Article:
World News

Iran's coronavirus daily death tolls hit record highs as currency falls to historic low

Key Points
  • Iran is the Middle East's coronavirus epicenter, with more than 504,000 cases and 28,826 deaths recorded so far.
  • The Iranian rial has consistently fallen to historic lows against the dollar, trading at 317,000 to the greenback on Tuesday.
  • The currency nosedive comes as new sanctions from the Trump administration, enacted last Thursday, came down on 18 major Iranian banks.


Iranians, some wearing protective masks, gather inside the capital Tehran's grand bazaar, during the Covid-19 coronavirus pandemic crises, on March 18, 2020.
AFP | Getty Images

DUBAI, United Arab Emirates — Iran, the Middle East's coronavirus epicenter, is reeling from a new wave of infections and deaths as it registers its highest single-day fatality count yet for two days running. 

The national single-day death toll from the virus was reported at 272 on Monday, up from the previous day's record of 251. At the same time its spiraling currency, the rial, has been consistently falling to historic lows against the dollar, trading at 317,000 to the dollar on Tuesday afternoon London time, according to rial exchange site The greenback has gained 138% against the rial year-to-date. 

The currency nosedive comes as new sanctions from the Trump administration, enacted last Thursday, came down on 18 major Iranian banks previously excluded from the sweeping sanctions Washington has unrolled on Iran since pulling out of the multilateral Iranian nuclear deal in 2018. It's the latest move aimed at shutting Iran out of the global financial system.

"Our sanctions programs will continue until Iran stops its support of terrorist activities and ends its nuclear programs," Treasury Secretary Steven Mnuchin said of the move. "Today's actions will continue to allow for humanitarian transactions to support the Iranian people."

U.S. Treasury Secretary Steve Mnuchin speaks during a news conference to announce the Trump administration's restoration of sanctions on Iran, at the U.S. State Department in Washington, September 21, 2020.
Patrick Semansky | Pool | Reuters

Iran's economy is already in tatters, with inflation expected to reach 50% amid government mismanagement and much of its trade throttled by sanctions. Oil exports, a key source of revenue, have also been slashed to record lows under sanctions, but the pandemic-induced crash in oil prices has hobbled the economy even further.

Iranian Foreign Minister Javad Zarif called the sanctions a "crime against humanity."

"Amid Covid19 pandemic, U.S. regime wants to blow up our remaining channels to pay for food & medicine," Zarif tweeted on Thursday. "Iranians WILL survive this latest of cruelties. But conspiring to starve a population is a crime against humanity. Culprits & enablers—who block our money—WILL face justice." 

 While the sanctions do not explicitly block humanitarian transactions, analysts say they are likely to deter foreign banks from transacting with Iran at all, including on humanitarian trade. The rial's depreciation also makes it significantly harder for Iran to purchase and import medical supplies, analysts say.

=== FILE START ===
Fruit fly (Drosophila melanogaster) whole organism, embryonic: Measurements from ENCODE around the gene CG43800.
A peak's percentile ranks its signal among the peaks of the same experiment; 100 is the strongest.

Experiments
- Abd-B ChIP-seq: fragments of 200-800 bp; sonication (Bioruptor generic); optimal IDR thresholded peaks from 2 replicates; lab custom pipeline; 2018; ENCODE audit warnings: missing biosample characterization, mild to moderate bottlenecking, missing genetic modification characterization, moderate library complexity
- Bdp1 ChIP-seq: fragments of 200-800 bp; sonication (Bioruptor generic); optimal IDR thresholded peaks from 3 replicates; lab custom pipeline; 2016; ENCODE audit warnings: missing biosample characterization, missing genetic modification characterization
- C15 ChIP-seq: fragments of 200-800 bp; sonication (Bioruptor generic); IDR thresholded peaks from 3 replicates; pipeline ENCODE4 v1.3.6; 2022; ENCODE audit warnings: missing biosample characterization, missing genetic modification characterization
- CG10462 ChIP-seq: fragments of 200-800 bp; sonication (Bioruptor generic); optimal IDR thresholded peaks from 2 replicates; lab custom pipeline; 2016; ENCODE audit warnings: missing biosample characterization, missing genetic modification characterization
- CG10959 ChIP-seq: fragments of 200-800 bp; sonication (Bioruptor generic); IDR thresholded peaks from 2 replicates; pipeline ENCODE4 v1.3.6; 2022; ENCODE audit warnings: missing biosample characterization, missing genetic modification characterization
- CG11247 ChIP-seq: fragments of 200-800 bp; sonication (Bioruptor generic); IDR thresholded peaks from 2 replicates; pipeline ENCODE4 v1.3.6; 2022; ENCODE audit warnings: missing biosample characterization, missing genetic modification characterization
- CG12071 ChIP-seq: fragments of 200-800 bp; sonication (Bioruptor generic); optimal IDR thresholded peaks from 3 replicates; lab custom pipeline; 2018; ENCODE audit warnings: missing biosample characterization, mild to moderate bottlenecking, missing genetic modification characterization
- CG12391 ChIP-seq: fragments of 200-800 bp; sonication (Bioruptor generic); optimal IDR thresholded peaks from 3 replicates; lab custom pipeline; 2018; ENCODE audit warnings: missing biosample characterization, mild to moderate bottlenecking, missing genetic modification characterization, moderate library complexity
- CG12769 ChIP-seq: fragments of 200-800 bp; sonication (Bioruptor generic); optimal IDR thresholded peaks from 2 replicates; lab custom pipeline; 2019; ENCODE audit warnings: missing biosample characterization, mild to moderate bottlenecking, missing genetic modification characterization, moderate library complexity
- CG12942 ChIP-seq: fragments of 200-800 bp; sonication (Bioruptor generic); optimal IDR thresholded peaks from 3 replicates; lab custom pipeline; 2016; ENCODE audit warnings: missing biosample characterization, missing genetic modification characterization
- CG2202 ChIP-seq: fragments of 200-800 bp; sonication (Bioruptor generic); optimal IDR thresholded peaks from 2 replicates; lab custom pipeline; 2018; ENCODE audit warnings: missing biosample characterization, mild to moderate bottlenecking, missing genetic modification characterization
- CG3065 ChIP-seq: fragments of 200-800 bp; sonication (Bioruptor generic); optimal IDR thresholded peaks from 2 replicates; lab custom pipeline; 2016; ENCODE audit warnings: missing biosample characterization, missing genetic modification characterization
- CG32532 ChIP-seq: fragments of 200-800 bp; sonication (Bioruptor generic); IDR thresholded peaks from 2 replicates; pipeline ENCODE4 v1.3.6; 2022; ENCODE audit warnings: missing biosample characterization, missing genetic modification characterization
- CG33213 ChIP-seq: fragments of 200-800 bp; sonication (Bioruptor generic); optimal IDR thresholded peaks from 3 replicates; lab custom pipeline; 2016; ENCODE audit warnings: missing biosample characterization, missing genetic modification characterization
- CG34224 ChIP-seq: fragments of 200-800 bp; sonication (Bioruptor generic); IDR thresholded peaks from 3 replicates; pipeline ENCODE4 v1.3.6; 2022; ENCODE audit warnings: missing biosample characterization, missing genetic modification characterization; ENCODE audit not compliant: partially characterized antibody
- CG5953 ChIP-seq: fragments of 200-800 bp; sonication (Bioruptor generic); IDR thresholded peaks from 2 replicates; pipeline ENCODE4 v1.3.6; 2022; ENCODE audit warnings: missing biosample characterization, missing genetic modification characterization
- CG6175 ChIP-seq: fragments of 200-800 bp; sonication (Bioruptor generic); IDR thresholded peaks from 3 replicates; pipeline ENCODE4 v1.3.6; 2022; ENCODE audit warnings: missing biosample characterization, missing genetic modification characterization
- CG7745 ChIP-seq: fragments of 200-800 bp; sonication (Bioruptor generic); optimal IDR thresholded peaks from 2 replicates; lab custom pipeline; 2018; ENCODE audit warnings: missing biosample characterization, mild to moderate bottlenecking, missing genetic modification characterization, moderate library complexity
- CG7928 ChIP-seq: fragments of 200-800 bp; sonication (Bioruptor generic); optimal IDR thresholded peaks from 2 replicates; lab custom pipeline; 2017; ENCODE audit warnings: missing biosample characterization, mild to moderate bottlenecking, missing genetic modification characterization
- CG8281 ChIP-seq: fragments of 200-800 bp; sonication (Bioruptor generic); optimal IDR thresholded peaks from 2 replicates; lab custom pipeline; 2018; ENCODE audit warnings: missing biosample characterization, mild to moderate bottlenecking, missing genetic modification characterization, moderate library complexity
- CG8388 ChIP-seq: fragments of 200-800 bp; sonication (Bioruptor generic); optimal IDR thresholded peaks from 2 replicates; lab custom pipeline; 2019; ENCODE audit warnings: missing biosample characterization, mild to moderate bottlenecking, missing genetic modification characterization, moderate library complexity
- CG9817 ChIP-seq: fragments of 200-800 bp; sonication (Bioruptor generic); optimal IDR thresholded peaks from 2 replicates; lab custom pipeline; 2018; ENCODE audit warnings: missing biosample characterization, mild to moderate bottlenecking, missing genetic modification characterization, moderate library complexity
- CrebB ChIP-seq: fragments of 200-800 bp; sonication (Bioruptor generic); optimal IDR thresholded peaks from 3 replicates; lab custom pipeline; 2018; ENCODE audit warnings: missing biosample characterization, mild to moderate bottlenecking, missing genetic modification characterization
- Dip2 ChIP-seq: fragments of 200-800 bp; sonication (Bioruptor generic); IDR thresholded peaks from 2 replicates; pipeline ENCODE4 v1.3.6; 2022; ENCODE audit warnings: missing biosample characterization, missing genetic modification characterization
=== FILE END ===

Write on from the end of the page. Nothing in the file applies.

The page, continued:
Iranian hospitals overwhelmed

Iran has the highest number of infections and casualties from the coronavirus in the Middle East region, with more than 504,000 cases and 28,826 deaths recorded so far, according to data compiled by Johns Hopkins University. Its government has for months been accused of underreporting numbers.

Experts note that virus figures may be higher in other countries in the region such as Yemen and Syria, but both are mired in wars and lack the medical and testing infrastructure to report accurate numbers. 

U.S. State Department on Iran policy: We will not 'reward an enemy'

In Iran, the capital Tehran is reportedly facing the worst outbreak. Iran has required all hospitals, including private and military hospitals, to treat coronavirus patients and avoid taking on non-emergency cases. One member of the country's coronavirus task force, Masoud Mardani, warned of full or overwhelmed hospitals.

"We had not experienced this level of deterioration in the past seven or eight months ... some hospitals are full and unable to admit new patients," Mardani was quoted as saying in the Financial Times. "Continuation of this trend could lead to an eye-catching rise in the number of deaths." 

Snap back sanctions and an expiring arms embargo

In addition to the pandemic and new sanctions, Iran is now further cornered geopolitically after a diplomatic agreement announced between Israel, the UAE and Bahrain establishing ties for the first time, bringing a more fortified anti-Iran alliance much closer to the Islamic Republic's shores. 

The developments come ahead of the October 18 expiration date on a U.N. arms embargo on Iran, which the U.S. tried but failed to extend after being soundly defeated by other members of the U.N. Security Council in a vote. 

'Blurry' legality in U.S. demands for UN 'snapback' on Iran sanctions: Stratfor

The Trump administration triggered a "snap back" of nearly all U.N. sanctions on Iran last month, even as the European, Russian and Chinese signatories to the 2015 nuclear deal opposed the move. The "snap back" provision of the deal, known as the JCPOA, was designed to be enacted in the event that Iran was found in violation of the deal's parameters, which lifted sanctions on Iran in exchange for curbs to its nuclear program.

Tehran has gradually rolled back its compliance to the JCPOA's operational limits, arguing that its moves are lawful given the U.S.'s re-imposition of sanctions and initial withdrawal from the deal.